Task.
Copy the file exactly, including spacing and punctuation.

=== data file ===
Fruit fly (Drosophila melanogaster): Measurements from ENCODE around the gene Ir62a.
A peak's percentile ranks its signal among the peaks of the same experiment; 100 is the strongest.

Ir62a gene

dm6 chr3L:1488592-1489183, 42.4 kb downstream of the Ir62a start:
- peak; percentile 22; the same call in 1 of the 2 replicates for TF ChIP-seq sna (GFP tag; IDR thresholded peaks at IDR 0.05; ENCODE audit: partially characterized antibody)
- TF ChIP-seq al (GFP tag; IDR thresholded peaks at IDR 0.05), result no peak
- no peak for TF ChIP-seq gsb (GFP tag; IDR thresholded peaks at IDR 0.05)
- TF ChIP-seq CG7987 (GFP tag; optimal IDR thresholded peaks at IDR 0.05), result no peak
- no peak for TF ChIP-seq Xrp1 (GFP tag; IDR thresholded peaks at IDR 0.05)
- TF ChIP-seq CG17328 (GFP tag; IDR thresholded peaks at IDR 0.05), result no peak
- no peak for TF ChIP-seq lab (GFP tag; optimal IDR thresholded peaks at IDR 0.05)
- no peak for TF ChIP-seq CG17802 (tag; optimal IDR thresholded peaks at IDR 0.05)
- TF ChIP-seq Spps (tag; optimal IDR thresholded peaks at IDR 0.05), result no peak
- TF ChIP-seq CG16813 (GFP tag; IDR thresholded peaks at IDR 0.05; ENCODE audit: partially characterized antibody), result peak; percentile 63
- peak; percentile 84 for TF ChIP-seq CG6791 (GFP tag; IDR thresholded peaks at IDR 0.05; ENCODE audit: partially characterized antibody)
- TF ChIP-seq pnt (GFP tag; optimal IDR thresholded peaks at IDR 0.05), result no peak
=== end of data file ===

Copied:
Fruit fly (Drosophila melanogaster): Measurements from ENCODE around the gene Ir62a.
A peak's percentile ranks its signal among the peaks of the same experiment; 100 is the strongest.

Ir62a gene

dm6 chr3L:1488592-1489183, 42.4 kb downstream of the Ir62a start:
- peak; percentile 22; the same call in 1 of the 2 replicates for TF ChIP-seq sna (GFP tag; IDR thresholded peaks at IDR 0.05; ENCODE audit: partially characterized antibody)
- TF ChIP-seq al (GFP tag; IDR thresholded peaks at IDR 0.05), result no peak
- no peak for TF ChIP-seq gsb (GFP tag; IDR thresholded peaks at IDR 0.05)
- TF ChIP-seq CG7987 (GFP tag; optimal IDR thresholded peaks at IDR 0.05), result no peak
- no peak for TF ChIP-seq Xrp1 (GFP tag; IDR thresholded peaks at IDR 0.05)
- TF ChIP-seq CG17328 (GFP tag; IDR thresholded peaks at IDR 0.05), result no peak
- no peak for TF ChIP-seq lab (GFP tag; optimal IDR thresholded peaks at IDR 0.05)
- no peak for TF ChIP-seq CG17802 (tag; optimal IDR thresholded peaks at IDR 0.05)
- TF ChIP-seq Spps (tag; optimal IDR thresholded peaks at IDR 0.05), result no peak
- TF ChIP-seq CG16813 (GFP tag; IDR thresholded peaks at IDR 0.05; ENCODE audit: partially characterized antibody), result peak; percentile 63
- peak; percentile 84 for TF ChIP-seq CG6791 (GFP tag; IDR thresholded peaks at IDR 0.05; ENCODE audit: partially characterized antibody)
- TF ChIP-seq pnt (GFP tag; optimal IDR thresholded peaks at IDR 0.05), result no peak